2023 bus timetables don’t live up to their promise

HomeNewsBlog2023 bus timetables don’t live up to their promise

Transport Canberra has released the revised timetables commencing Term 1, 2023.

In short, they don’t come close to repeating the service levels of Network 19, and in many ways, are even a step backwards compared to the interim timetable we have had for the past year.

While we are still getting our head around all the changes, our understanding is as follows.


  • Increases in peak frequencies on some local routes from 2 to 3 buses per hour.
  • Increases in frequencies on the R2, R5 and R6 from 4 to 5 buses per hour.
  • The 31 now detours into Lawson (see above). While this is well overdue, the up and back detour will be frustrating for other passengers.


  • Reductions in peak frequencies on a number of local routes (19, 21, 23, 24, 30, 32, 41, 43, 44, 45, 55, 57, 58, 70)
  • Reductions in off-peak services on practically all local routes, from half-hourly to hourly.
  • Shorter hours of operation, so the first bus starts later, and the last bus finishes earlier. Late night services which previously left at 11pm are now scheduled for an hour or two earlier.
  • The relocation of the City West layover means a significant reduction in services to City West. The R5, R6, R7, R10 and Tuggeranong expresses used to terminate at City West, but now finish in the City, meaning that only the half hourly 53 serves that side of town.
  • Longer journey times through the City and Woden, because of construction.

    This is a huge reduction in service, and it’s hard to understand why. This was supposed to be the timetable which moved away from the reduced interim timetable, and improved service with additional resources. For example, the 2021 network allowed for 70 spare drivers and 48 spare buses to accommodate COVID-related absences. This new timetable claims to fully use these extra resources, but it’s hard to see how.

    Transport Canberra tells us that the construction delays around London Circuit and Woden Interchange cause longer journey times, and this means they can’t operate as many services. Which makes some sense, but doesn’t quite add up when you look at the scale of the cuts. The journey times really aren’t that much longer (up to 5 minutes in peak, around 1 minute off-peak), half the routes don’t even go into the City, yet services are being cut across the board, and by up to 30% on some routes. The handful of service improvements are offset by the reductions several times over. It’s also hard to understand how this justifies dropping late night services.

    PTCBR knew that construction was going to cause delays to journey times, and at the time the works were open for consultation, we made submissions that Transport Canberra should monitor delays and implement more bus priority measures if necessary. What no-one mentioned was that delays in the City would have severe consequences for the entire public transport network. This was a significant oversight in the planning approvals process, and bordering on misleading from the project proponents.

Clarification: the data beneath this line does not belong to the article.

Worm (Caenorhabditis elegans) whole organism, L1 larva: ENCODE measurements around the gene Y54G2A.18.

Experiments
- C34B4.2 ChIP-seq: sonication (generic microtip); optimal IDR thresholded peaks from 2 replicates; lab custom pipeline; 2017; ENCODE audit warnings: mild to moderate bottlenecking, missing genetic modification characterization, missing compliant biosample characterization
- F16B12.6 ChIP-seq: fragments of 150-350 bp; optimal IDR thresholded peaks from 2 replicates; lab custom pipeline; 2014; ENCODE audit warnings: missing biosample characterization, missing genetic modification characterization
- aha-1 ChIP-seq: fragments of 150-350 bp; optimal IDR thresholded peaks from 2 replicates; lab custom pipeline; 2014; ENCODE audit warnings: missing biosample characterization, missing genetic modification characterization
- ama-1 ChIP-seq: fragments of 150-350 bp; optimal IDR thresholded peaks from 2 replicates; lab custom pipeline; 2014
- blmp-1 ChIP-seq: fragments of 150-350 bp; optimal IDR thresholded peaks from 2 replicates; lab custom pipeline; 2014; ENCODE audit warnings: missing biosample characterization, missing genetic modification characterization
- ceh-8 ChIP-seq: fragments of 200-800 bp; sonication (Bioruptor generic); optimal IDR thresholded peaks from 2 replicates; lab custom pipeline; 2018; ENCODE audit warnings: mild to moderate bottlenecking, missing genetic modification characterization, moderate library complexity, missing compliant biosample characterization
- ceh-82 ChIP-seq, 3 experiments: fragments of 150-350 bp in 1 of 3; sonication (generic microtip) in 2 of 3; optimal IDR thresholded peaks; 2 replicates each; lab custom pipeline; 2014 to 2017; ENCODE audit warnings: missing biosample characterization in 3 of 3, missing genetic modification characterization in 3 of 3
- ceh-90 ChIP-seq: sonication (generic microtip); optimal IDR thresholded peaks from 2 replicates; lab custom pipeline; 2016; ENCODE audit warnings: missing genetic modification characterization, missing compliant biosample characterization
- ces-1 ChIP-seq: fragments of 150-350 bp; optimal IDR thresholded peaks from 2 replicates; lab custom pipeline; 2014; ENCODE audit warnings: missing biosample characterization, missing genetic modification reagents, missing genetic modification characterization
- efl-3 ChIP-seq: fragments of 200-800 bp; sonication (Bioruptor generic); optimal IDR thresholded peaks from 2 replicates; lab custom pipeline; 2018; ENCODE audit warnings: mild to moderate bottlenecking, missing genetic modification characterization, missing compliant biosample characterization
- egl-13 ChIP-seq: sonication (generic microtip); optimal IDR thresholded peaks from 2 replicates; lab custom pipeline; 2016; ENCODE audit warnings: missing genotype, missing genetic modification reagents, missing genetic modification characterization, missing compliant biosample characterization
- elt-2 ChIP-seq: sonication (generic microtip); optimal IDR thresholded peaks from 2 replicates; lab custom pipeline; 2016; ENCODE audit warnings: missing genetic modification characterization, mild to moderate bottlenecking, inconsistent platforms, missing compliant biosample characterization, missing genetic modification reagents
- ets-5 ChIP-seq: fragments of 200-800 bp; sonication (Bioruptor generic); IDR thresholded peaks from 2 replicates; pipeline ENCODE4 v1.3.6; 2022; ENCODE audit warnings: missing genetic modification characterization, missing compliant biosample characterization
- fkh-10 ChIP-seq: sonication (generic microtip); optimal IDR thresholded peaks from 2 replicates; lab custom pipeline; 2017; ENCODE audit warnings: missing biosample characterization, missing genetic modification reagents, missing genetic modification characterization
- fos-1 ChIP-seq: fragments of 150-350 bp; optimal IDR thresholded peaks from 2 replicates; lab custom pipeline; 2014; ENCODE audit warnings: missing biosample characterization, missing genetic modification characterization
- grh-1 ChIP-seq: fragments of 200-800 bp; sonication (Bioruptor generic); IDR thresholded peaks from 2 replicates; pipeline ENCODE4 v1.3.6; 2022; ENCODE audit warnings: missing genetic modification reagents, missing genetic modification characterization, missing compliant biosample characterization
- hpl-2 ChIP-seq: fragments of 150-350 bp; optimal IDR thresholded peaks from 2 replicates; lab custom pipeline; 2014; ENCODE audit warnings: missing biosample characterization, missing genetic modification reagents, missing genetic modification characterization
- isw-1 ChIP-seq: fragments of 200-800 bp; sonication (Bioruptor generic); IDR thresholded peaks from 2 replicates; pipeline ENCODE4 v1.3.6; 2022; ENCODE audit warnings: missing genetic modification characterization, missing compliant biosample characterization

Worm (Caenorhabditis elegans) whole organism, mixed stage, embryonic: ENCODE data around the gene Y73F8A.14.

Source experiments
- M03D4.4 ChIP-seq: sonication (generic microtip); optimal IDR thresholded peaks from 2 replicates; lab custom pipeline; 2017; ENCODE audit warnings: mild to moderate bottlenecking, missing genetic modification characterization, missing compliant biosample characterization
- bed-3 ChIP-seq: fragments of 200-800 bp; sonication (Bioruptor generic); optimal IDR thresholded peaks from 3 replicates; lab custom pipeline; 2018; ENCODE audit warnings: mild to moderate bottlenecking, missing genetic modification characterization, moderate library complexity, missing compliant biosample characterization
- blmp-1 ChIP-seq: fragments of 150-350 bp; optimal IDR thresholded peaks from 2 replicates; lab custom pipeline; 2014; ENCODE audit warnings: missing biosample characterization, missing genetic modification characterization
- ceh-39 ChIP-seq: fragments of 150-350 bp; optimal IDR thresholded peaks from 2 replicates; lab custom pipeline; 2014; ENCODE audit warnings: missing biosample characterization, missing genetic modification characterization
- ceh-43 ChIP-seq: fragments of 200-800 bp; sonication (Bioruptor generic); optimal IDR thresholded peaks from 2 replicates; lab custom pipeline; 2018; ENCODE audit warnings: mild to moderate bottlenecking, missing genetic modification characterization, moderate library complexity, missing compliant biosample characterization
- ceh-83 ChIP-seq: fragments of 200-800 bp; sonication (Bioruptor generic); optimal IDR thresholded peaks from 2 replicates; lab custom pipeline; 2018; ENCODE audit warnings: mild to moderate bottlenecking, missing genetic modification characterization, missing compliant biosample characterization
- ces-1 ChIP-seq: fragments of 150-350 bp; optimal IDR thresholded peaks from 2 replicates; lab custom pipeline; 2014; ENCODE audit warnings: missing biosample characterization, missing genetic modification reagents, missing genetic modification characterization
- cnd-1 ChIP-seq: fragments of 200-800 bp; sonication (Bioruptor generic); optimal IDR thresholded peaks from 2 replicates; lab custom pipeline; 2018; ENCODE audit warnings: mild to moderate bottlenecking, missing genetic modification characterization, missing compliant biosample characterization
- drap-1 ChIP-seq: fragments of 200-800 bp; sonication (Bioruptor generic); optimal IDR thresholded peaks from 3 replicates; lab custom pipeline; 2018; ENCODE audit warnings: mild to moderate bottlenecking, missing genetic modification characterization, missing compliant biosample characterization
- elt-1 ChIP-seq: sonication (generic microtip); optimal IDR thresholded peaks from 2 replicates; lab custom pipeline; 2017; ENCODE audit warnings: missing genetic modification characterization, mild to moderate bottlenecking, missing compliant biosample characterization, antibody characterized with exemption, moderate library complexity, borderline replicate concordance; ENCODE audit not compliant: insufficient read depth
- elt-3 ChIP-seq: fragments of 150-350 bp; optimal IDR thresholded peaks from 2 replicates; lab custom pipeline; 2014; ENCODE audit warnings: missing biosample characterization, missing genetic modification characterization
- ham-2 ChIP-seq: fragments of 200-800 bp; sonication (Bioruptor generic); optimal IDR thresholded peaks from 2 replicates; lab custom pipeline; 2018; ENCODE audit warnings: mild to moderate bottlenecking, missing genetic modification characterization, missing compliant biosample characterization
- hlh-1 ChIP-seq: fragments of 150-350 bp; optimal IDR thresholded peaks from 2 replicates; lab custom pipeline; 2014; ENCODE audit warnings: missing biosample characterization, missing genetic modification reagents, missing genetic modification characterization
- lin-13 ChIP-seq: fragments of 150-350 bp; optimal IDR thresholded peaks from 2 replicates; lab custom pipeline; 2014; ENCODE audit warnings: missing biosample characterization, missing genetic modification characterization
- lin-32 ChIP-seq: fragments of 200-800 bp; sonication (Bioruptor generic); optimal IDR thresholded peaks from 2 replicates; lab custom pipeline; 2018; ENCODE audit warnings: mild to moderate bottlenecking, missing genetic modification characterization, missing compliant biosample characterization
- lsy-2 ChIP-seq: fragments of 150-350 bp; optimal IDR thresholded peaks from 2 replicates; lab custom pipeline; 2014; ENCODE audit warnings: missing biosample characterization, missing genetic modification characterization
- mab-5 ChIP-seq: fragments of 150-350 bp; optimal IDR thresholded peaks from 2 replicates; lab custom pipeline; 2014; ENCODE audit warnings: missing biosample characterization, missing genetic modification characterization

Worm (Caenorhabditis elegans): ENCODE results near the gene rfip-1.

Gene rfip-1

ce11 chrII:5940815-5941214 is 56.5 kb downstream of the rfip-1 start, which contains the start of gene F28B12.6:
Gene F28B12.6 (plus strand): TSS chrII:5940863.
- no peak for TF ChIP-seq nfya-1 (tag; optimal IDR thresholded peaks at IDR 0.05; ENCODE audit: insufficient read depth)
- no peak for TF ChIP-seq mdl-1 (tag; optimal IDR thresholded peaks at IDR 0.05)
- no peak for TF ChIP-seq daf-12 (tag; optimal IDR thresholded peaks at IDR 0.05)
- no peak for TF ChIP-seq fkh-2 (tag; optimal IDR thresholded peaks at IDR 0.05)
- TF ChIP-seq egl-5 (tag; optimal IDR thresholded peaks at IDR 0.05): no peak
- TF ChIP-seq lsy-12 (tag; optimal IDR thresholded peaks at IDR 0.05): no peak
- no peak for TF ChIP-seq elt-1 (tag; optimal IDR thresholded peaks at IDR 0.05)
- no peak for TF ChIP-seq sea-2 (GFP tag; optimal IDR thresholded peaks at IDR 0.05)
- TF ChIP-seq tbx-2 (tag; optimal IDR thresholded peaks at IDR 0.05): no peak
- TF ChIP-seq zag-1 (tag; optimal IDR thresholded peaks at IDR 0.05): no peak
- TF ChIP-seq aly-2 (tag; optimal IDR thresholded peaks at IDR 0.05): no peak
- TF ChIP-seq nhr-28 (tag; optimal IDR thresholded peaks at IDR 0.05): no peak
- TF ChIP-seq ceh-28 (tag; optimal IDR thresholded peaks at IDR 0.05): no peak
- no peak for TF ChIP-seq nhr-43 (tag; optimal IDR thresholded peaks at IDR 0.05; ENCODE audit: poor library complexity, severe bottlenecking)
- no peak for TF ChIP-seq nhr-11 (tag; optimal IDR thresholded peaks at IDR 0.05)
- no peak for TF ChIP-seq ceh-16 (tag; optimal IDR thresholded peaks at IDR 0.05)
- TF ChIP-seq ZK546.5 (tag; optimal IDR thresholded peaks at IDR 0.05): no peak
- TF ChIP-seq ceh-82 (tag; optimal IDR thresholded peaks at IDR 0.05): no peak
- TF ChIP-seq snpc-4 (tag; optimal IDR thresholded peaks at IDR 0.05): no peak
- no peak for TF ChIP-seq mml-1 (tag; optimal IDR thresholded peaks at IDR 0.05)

The changes hurt PT-dependent passengers the most

    Transport Canberra says they’ve targeted the cuts where buses are used the least, that is, off-peak and evening services. But these are the services which disadvantaged people rely on the most. Cutting off-peak service to hourly immediately increases everyone’s journey time by 30 minutes. Dropping late night services means that people can’t get home from their shifts. For those out on the town who can’t afford a taxi, they might drive home drunk. The reaction from the commuter set may be muted, but there are huge parts of the population who rely on buses to get around, and their lives have just been made more miserable.

    What can Transport Canberra do about this?

    Our simple suggestion would be “do better”. We know that bus networks are complex operations with myriad moving parts. But from an outsider’s perspective, it’s hard to see how with 10% more drivers and buses, we’ve had such a rough outcome.

    However, let’s assume that TC is being straight with us when they say their resources are fully maxed out. We still think they need to be more ambitious than simply accepting this situation. This includes:

    • Considering additional bus priority measures to speed up journey times. The bus lane on Vernon Circle could be extended, and it might even be time to consider a temporary bus lane down Commonwealth Avenue.
    • Coordinating timetables to make journeys easier. We heard from one passenger who used to catch the weekend bus from Macgregor to Kippax to go shopping. While the 2 hourly frequency wasn’t ideal, there was a good 90 minutes between the incoming bus arriving and the outgoing bus leaving, a perfect time to go shopping. But the new timetable doesn’t have that sort of window anymore, and it’s worth having a closer look. Similarly, there needs to be better coordination to ensure passengers transferring from rapids to local routes aren’t waiting around for over an hour for the next bus.

    We’ll be continually applying pressure to the ACT Government to fix this situation as soon as they can. And if you’re unhappy about this, you should do the same. Buses are still the backbone of our public transport network, and Canberrans deserve better.